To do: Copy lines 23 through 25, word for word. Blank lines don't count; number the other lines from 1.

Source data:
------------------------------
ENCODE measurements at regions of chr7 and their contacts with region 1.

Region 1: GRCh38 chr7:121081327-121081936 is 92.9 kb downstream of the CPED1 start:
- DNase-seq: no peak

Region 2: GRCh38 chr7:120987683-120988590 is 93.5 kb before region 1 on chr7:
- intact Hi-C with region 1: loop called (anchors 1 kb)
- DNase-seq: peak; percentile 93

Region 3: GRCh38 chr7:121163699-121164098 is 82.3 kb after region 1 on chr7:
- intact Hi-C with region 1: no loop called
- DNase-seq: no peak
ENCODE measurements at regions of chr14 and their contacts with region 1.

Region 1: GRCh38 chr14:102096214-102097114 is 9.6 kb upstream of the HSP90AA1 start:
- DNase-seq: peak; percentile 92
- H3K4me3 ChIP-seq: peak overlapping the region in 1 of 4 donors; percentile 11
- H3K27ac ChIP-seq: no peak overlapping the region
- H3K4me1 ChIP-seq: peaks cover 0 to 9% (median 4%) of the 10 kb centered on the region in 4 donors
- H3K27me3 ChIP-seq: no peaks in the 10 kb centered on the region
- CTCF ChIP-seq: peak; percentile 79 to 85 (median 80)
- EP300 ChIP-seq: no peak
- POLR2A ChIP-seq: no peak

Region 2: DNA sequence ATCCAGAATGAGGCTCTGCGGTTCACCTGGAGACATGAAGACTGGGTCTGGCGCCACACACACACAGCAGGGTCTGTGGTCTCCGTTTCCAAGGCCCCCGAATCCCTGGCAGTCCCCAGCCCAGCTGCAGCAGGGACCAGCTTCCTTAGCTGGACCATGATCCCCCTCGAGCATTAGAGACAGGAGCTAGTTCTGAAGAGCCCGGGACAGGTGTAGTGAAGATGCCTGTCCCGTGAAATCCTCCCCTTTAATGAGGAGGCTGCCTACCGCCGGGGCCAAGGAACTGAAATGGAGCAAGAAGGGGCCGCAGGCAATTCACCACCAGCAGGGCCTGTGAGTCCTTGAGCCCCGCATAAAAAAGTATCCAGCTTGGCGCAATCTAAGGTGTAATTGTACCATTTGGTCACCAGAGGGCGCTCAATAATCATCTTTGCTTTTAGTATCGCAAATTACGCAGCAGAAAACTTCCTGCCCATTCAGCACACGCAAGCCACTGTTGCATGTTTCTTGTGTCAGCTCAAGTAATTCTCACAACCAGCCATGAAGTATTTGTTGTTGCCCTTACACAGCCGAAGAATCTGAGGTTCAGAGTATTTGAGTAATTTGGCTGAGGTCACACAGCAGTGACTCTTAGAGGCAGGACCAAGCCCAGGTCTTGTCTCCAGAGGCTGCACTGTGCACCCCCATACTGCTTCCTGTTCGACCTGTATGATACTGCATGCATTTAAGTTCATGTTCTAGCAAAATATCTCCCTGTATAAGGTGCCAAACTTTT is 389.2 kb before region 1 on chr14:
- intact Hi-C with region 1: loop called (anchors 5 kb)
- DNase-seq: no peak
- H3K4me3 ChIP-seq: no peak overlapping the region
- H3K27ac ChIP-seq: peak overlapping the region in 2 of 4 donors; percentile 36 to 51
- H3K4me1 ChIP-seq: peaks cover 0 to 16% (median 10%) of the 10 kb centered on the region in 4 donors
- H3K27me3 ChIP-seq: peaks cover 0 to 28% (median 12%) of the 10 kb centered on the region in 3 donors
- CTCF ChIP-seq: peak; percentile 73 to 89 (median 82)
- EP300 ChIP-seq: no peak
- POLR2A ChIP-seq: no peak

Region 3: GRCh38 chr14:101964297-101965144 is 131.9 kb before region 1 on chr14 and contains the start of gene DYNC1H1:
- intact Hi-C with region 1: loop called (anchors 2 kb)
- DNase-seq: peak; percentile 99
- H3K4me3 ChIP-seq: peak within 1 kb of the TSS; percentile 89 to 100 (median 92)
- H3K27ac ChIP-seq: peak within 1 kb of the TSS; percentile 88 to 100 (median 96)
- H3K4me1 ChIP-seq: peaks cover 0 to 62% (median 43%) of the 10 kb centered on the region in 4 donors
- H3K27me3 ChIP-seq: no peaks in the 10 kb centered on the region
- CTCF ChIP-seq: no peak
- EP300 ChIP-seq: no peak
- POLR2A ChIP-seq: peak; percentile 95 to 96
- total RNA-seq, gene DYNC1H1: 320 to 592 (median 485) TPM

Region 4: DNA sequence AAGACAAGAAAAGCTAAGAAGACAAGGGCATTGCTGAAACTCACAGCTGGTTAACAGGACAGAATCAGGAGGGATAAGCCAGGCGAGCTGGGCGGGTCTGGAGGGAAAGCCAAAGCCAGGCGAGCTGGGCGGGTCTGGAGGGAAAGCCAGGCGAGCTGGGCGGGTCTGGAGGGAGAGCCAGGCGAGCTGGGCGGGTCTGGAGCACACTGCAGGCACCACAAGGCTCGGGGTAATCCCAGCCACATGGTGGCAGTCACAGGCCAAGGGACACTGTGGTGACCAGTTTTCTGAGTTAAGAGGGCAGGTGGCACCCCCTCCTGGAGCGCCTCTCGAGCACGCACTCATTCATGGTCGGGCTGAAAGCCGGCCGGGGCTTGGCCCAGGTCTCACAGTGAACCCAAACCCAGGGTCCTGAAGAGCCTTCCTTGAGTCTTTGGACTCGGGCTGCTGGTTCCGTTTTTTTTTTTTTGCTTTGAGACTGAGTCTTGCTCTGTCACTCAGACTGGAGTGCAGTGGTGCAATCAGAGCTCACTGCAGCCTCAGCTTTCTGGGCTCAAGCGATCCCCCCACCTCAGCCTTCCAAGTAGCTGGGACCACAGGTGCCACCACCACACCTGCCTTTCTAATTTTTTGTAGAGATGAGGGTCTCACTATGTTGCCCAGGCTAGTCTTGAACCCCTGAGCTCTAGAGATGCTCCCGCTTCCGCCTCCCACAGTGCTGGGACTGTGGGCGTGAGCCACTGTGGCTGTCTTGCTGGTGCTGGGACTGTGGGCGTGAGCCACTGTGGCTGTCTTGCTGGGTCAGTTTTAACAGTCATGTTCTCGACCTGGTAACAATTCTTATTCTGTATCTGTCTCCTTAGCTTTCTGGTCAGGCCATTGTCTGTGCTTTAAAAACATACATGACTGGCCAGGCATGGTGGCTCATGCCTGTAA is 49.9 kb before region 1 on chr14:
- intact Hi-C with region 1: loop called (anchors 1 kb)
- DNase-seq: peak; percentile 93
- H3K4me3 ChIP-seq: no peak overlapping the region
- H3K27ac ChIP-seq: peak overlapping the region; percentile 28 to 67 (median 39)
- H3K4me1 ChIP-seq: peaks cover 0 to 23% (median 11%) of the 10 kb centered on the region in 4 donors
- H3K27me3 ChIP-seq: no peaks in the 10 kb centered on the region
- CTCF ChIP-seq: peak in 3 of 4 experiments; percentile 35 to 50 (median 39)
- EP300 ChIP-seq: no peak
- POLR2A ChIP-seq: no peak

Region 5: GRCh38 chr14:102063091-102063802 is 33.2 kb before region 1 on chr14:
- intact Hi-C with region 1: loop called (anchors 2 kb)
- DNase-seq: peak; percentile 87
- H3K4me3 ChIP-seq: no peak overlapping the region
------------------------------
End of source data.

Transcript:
- H3K4me3 ChIP-seq: no peak overlapping the region
- H3K27ac ChIP-seq: peak overlapping the region in 2 of 4 donors; percentile 36 to 51
- H3K4me1 ChIP-seq: peaks cover 0 to 16% (median 10%) of the 10 kb centered on the region in 4 donors